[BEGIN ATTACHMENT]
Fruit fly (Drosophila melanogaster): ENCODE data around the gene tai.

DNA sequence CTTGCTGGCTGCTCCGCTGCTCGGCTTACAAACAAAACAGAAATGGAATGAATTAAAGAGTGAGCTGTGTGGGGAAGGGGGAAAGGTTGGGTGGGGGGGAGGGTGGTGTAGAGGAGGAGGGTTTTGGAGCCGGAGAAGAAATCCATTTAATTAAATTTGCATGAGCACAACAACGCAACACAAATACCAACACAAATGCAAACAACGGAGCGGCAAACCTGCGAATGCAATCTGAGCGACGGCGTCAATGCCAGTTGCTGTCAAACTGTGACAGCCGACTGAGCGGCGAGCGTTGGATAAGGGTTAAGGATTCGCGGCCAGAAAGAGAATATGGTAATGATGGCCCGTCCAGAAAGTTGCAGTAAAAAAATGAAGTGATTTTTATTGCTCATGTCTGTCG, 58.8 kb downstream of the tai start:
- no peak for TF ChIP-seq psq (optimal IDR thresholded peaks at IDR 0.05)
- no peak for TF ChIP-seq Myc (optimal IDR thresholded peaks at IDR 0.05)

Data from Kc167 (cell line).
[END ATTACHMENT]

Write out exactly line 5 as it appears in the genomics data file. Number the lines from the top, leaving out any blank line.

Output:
Data from Kc167 (cell line).